Shea season is just wrapping up in Gushie and the Just Shea Women are hard at work drying their shea nuts in the sun before they bring them to the quality control site for approval, bagging, and loading into the silo we worked together, so many of us, to build.
We spoke to Fatimah, our incredible Program Director in Ghana, yesterday and here is the exciting summer roundup:
Shea nuts are still being dropped off at the silo in anticipation of the 2nd collective Just Shea sale this fall. Last year we helped the women harvesters to double their income and we aim to do even better this season.
In the meantime, our project founder Danielle Warren will be returning to Ghana in November to join a group of 15 major stakeholders in the shea industry—including representatives from The Body Shop and Burt’s Bee’s—to advise on the development of the Global Shea Alliance’s Sustainability Base Code and Implementation Principles. The purpose of this group is to ensure sustainable and equitable development, with a special focus on women collectors, in the 3.5 billion dollar shea industry.
We also had a site visit from Global Giving U.K.’s very own Helen Denyer. Helen met with Fatimah and the Just Shea women in Gushie and even taped some footage of her conversations with them. Helen is still travelling, but as soon as she’s back she’ll be sending us the videos…So make sure you’re following us on the Just Shea Facebook Page, where we’ll post the video interviews with the women in Gushie for you as soon as we can!
Oh! And, if you haven’t seen it already, take a quick 2 minutes to enjoy this great stop motion animation video about the Just Shea Program produced by our young and talented intern Isa Goldberg.
Thank you all so very much for your support for these incredible women! We couldn’t do what we do without you! So keep the love a-comin’ and help us spread the word!
Danielle, Wicki, Fatimah, Lucy, Isa and the Gushie Just Shea Collective
Our organization continues to grow and to set high goals and standards for ourselves and the participants in our Just Shea Program.
We have just submitted to USAID - at their request - to assist the expansion and replication of the Just Shea Program you have been supporting. It improves access to safety, healthcare and education for shea harvesters and their families in Northern Ghana. It is a tremendous honor even to be asked to apply and, so while we wait with fingers crossed, we are also celebrating that our work to date has been noticed by such an august international funder.
Further in that arena, we spoke at the Global Shea Alliance Conference in Manhattan. There were experts from around the world addressing issues such as establishing standards for safety and quality with this increasingly growing commodity. Earlier in the spring, founder Danielle Warren was asked to speak at a division of this same conference in Abuja, Nigeria.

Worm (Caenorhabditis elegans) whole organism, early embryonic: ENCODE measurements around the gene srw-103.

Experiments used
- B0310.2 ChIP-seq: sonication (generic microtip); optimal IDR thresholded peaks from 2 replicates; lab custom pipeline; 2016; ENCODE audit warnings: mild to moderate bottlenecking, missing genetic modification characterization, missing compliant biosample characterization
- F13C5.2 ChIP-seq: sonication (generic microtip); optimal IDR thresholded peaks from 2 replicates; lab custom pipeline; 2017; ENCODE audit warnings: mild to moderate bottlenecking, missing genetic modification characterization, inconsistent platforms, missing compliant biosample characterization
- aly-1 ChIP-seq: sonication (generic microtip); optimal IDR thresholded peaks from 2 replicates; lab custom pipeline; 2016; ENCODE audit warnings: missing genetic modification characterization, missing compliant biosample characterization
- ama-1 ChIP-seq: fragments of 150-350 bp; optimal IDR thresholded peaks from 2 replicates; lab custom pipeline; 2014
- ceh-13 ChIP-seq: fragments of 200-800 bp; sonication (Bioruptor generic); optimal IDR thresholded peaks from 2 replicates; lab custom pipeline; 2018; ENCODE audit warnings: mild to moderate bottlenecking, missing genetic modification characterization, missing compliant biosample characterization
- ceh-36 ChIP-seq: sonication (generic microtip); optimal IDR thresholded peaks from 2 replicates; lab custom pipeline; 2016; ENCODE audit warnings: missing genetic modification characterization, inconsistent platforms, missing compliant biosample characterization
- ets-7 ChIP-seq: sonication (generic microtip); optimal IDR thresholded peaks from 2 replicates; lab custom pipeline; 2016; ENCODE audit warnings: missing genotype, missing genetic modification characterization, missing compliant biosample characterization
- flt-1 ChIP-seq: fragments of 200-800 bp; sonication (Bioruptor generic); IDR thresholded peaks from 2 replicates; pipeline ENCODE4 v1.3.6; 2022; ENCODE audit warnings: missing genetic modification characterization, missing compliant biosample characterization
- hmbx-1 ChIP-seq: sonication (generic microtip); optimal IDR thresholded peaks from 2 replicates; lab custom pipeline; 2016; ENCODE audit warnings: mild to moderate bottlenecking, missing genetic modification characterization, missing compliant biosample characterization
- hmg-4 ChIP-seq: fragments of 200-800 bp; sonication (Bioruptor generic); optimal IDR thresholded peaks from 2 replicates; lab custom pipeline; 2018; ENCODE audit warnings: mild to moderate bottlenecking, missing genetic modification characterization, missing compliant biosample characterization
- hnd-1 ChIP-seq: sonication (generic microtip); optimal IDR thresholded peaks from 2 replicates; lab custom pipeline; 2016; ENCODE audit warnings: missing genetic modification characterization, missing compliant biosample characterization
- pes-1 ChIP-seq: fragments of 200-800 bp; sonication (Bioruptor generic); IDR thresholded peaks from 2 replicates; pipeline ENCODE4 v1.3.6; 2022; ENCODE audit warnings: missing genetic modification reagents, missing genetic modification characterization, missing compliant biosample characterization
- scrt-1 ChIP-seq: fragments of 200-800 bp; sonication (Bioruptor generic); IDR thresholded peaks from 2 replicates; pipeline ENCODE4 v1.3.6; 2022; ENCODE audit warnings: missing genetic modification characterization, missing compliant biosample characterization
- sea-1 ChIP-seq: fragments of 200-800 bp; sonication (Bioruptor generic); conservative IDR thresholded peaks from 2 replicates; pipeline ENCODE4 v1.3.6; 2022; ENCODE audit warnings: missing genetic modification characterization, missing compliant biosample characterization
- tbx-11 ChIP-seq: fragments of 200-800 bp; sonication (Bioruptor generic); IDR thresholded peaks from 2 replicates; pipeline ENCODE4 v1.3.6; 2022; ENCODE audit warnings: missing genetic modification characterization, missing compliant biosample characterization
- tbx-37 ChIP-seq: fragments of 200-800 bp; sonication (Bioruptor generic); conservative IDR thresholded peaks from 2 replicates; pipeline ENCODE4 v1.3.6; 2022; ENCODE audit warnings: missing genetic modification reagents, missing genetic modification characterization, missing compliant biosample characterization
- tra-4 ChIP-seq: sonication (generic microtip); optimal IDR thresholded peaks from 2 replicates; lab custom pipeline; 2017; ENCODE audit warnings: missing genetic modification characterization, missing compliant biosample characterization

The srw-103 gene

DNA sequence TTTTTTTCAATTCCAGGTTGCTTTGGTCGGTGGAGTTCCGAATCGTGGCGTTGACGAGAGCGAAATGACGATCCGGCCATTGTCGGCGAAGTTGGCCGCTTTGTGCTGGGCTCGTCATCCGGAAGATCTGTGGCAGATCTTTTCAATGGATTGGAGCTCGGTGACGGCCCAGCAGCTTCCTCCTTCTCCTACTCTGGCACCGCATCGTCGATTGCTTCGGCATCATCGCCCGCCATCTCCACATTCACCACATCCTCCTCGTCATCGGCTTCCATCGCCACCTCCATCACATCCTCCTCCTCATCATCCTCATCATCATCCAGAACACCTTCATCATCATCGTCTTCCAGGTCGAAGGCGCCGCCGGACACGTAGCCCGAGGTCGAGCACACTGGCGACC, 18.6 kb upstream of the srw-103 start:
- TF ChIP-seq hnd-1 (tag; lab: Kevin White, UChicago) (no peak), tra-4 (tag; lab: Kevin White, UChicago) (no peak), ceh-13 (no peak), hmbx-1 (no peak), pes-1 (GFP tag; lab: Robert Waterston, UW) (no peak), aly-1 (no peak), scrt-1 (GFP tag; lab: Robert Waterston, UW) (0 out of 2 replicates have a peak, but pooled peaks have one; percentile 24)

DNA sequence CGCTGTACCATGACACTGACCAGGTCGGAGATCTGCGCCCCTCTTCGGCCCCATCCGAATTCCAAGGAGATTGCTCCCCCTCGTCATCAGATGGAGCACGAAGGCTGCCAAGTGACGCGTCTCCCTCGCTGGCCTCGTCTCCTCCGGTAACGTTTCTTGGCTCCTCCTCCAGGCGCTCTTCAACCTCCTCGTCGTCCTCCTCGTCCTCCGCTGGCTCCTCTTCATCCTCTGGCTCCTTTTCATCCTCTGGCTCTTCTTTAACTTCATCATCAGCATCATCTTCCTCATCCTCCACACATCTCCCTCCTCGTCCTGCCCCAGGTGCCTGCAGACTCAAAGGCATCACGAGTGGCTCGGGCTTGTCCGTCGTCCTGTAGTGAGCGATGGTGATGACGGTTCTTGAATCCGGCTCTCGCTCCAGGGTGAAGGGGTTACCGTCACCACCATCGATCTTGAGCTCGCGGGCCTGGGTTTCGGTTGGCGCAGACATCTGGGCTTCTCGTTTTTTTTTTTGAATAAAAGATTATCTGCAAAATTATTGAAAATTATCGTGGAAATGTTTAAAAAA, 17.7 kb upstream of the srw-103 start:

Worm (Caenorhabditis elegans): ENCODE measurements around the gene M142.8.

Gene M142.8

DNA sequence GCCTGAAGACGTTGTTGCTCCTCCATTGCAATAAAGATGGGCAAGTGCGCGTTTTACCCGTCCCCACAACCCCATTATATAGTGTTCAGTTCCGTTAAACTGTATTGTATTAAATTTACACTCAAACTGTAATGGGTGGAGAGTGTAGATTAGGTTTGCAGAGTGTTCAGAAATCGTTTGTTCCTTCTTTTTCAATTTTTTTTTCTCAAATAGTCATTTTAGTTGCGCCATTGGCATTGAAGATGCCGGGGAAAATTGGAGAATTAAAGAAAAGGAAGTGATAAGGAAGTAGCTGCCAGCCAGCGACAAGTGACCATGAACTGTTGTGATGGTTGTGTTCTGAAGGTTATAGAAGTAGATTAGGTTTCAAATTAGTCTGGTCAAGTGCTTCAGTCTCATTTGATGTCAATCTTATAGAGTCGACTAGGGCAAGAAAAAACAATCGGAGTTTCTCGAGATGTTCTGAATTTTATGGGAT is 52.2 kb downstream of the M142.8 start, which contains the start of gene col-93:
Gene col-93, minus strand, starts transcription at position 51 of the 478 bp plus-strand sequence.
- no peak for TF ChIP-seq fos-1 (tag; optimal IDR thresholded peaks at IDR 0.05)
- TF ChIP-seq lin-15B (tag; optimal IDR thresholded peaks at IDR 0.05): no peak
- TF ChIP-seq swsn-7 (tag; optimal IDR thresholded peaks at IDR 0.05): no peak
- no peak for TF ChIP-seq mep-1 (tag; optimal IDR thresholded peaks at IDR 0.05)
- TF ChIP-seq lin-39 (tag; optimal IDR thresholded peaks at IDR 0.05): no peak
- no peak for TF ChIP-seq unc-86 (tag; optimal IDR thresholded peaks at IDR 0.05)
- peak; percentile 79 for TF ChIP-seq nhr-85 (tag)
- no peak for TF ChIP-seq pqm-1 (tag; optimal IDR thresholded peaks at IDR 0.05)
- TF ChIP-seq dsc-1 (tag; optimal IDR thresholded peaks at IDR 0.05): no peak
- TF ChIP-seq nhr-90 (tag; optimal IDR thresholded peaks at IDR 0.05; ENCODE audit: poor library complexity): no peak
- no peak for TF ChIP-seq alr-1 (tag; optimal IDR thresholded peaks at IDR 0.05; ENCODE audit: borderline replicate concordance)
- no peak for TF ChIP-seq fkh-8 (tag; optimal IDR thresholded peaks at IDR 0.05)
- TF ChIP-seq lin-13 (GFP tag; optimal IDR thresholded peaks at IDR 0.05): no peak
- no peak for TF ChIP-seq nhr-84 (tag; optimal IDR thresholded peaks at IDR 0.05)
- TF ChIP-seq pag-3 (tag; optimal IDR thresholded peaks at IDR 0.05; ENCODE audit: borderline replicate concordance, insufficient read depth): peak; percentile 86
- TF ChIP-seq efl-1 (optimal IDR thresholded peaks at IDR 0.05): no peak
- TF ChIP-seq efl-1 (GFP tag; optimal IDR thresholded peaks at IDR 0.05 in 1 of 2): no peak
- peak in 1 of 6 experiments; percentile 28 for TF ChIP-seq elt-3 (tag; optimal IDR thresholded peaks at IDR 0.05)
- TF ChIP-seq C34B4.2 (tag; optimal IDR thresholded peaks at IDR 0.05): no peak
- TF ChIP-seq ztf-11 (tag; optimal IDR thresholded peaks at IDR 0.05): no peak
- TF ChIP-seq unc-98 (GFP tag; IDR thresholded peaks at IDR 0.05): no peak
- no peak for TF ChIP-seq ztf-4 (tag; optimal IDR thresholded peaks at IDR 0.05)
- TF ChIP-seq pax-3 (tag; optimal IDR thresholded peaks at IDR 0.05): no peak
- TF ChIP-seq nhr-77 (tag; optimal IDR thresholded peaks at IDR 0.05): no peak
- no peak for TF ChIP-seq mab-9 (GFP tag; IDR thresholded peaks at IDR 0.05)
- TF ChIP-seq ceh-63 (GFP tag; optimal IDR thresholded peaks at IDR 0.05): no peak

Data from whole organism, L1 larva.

Danielle also spoke at a Global Health and Innovation Conference at Yale and the co-founder of our social business arm (Just Shea) Wickham Boyle will be addressing a group in August about social business in the beauty industry. We are attempting to utilize both our growing acumen in the fields of shea and social business to improve the visibility of the women sheanut harvesters and to grow our networks of influence and impact.
As a result of our growing network, photographer Adam Ottke came to Gushie, the village in Northern Ghana where our pilot program is housed. Adam took some truly stunning photographs, which we have submitted to the upcoming GlobalGiving photo competition. Stay tuned for more on that!! (They will also be available to donors through GlobalGiving this December!)
Our social business Just Shea, has been experiencing some much deserved notice since expanding to two more retail venues in New York in the last few weeks. Our products will now be carried at Donna Karan’s Urban Zen stores in Manhattan and in Sag Harbor, Long Island.
Since our last report, you have helped us raise the funds to provide and distribute 25 additional sets of protective gear for the women shea harvesters who are a part of our collective program in Gushie. This gear protects them from snakebites and allows them to work more efficiently, thus garnering them a better harvest.
We are also in the process of training new members of the Gushie Just Shea Collective. In addition to the 50 women we now have in the program (Wooohooo!) a further 57 women have also just been trained by our in-country program director Fatimah Zubair. The training allows women to harvest more safely and to store and sell a higher quality product!